How do I do this on the outside — stay sober on my own?

You're asking the wrong question.  What we really need to know is how to find support on the outside so that we won't need to try to stay sober on our own.

One of the outstanding characteristics of active addicts is isolation.  Even when we're in a crowd, pontificating and running the show (or believing that we are) we don't really share the space with anyone else.  We don't have meaningful conversations.  We don't listen to what others say.  Our attention is turned inward, toward what we think, what we want others to think, what we want to keep secret, how this can work to our benefit — without concern for its effect on others.  We're concerned with how we can get our next drink or drug, how to manipulate others, how to bolster our nonexistent self esteem, and so forth.

We may share what's happening on the surface, but that's the problem: when it comes to our relationships with others, we're all surface.  What they see is not what's there.  We don't even know how to be honest with ourselves, and we surely aren't able to be honest and open with others.  That would put our relationships with our drugs in jeopardy, and no addict is going to chance that.  We don't know how to trust, because we can't afford to.

If you knew what I'm really like, you'd be disgusted.  Worse, you might take my drugs — my only friends — away from me.

So, one of the most important things about recovery is learning to relate to other people honestly.  We do that by developing relationships with people who will accept us as we are, who will be honest with us, and who will help us learn to be honest with ourselves.  We do that by gradually learning to trust others, so that we can be honest with them

We learn to relate to others honestly by developing relationships that are based on healthy ways of looking at life, outlooks that can take the place of a lifestyle centered around drinking, drugging, and the behavior connected with those things.  Eventually, we trust enough that we are willing to accept guidance in repairing other relationships, whether they be with family, friends, employers or the legal system.

We stay clean and sober by making in our lives, and in the way we approach life.  We get help doing that from people who have done it themselves.  We do it by developing a support group where we can practice recovery.  In short, we do it in AA, NA, or some other fellowship or group that can help us learn to live a lifestyle that is healthy physically, emotionally and socially.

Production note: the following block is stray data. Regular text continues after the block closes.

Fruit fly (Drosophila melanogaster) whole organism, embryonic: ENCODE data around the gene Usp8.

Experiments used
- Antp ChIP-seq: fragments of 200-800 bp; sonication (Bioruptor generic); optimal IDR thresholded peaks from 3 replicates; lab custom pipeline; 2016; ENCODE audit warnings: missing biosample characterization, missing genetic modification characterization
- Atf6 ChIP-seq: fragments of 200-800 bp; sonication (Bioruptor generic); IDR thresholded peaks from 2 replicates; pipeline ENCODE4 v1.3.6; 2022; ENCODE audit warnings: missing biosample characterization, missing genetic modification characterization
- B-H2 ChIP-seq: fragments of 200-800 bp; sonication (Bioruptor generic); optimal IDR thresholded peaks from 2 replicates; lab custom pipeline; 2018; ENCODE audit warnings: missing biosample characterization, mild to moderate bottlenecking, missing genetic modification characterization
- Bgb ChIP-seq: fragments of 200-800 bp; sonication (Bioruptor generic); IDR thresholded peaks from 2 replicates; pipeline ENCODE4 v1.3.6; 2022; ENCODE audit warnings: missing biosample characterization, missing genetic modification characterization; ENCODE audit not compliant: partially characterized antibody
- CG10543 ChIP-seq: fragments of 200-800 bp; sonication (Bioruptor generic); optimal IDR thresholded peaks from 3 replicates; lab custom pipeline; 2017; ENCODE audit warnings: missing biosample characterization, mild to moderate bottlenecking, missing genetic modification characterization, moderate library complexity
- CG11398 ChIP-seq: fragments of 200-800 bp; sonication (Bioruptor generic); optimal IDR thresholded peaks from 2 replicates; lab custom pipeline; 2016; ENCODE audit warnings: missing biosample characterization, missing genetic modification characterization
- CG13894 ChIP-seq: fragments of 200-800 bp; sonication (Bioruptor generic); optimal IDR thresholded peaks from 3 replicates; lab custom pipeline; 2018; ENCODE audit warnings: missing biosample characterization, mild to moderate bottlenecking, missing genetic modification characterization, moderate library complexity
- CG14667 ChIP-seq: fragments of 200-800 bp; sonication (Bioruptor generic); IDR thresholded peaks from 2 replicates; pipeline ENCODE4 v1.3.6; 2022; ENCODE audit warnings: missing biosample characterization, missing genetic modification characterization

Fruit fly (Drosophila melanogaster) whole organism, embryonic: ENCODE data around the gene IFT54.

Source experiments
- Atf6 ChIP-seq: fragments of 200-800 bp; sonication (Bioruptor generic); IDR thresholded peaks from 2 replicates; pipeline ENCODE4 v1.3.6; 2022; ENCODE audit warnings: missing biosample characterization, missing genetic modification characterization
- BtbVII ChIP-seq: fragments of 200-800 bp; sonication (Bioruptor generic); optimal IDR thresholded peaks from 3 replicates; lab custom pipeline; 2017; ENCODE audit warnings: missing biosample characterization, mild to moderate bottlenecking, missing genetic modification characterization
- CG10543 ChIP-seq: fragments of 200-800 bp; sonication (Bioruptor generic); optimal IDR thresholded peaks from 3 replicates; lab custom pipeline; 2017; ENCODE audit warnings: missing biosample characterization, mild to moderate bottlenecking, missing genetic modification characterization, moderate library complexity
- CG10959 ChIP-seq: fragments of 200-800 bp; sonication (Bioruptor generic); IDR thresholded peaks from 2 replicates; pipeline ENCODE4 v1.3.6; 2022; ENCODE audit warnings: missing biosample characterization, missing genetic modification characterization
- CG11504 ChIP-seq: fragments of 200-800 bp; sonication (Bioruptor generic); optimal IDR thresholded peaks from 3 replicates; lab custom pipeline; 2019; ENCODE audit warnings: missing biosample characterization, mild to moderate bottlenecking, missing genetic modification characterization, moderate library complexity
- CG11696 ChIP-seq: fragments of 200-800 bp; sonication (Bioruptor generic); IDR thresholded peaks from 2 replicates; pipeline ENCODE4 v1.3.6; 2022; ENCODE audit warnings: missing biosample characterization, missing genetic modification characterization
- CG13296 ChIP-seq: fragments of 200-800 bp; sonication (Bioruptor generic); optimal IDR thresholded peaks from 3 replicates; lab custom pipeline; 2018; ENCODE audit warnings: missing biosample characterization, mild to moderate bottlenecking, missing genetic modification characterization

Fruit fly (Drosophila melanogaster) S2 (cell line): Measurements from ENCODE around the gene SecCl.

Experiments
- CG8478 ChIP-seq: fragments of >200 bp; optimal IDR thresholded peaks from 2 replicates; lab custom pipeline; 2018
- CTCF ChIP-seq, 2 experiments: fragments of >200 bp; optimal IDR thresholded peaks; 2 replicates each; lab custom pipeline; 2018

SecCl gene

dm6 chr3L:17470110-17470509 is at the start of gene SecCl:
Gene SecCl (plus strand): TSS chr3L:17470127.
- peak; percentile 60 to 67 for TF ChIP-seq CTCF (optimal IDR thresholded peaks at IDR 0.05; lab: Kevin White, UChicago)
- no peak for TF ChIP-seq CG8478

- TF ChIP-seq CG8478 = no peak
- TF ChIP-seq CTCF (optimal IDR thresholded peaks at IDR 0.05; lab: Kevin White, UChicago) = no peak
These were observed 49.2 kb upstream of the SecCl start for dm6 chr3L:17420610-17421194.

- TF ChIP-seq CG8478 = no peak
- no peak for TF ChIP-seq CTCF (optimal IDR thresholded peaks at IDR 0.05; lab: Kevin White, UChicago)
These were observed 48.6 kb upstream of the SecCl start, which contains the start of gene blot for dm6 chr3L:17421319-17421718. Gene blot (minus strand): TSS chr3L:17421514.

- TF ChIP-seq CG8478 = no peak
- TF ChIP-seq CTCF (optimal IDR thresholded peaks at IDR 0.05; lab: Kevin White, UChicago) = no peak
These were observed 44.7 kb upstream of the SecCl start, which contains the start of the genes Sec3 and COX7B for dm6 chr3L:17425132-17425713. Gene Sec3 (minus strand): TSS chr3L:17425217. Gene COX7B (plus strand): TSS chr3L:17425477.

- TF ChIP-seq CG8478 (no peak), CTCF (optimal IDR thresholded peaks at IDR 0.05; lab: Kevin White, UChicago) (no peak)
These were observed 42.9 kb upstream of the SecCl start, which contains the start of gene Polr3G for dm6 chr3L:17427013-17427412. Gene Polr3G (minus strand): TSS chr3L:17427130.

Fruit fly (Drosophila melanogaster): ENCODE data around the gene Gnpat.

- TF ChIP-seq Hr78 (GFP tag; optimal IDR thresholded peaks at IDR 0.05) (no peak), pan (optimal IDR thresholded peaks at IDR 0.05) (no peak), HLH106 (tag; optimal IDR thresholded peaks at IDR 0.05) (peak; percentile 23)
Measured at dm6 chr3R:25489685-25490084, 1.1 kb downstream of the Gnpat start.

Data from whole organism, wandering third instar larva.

If we don't do these things — if we continue to think the same way, relate to the world the same way, behave the same way — it is only a matter of time before we use again.  Why wouldn't we?

We don't do it on our own.

To paraphrase Dr. Phil, how was that working for you?

I Don’t Need A Program, I Can Recover On My Own

One of the prime goals of treatment is to give us confidence in our ability to overcome our addiction.  We need to be careful, however, to insure that we’re not overconfident.  Confidence in our ability to work a program of recovery successfully is essential, but overconfidence is a free ticket back to where we came from.

Overconfidence is perfectly understandable.  After we get the alcohol and/or other drugs out of our system, get a little

Lonesome road to...what?

exercise, some rest and a few square meals under our belts, we’re probably going to feel better than we’ve felt in years.  We may begin to think, if we’re not careful, that we’re cured and ready to head back out into the “real world.”  At that point, the insistence of therapists and other staff that we need more time is likely to fall on at least partially deaf ears.  After all, don’t we know our own bodies?  Don’t we know how we feel?

Probably not.  We spent a long time interfering with the chemistry of our brains.  We changed our thinking, ethics and lifestyle to accommodate a life of living from one fix, one drink, one line to the next.  In many cases, if not most, we’ve never lived what most people would think of as a “normal” life.  The chances are very good that we don’t even remember what that is any more, if we ever knew.

So how do we know we’re ready to go out and live one?  Where’s the proof that we really do know how we feel and how to take care of our bodies and minds?  What experience have we really had?  It’s an absolute fact that the longer an addict/alcoholic stays in treatment, the greater are their chances of avoiding relapse.  That is not only a matter of learning, it’s a matter of giving ourselves a chance to practice healthy living in a safe environment.

Time in treatment is golden.  If we spend a month longer in house and avoid another few years of using — or death — isn’t that a good trade?  If we spend a few months in a halfway house while we hone our sober living skills with aftercare, meetings and slow movement back into mainstream society, isn’t that better than finding out that we really don’t have the skills and ability we thought we had — the hard way?

If we were going to climb Mt. Everest, we’d get in shape over a period of months.  We’d get a guide, follow his or her directions, buy the right equipment, learn the necessary skills, and finally work our way up to higher and higher altitudes gradually, so that we were sure that we were ready to head for the summit when the weather was right.

Why should we pay less attention to the rest of our lives?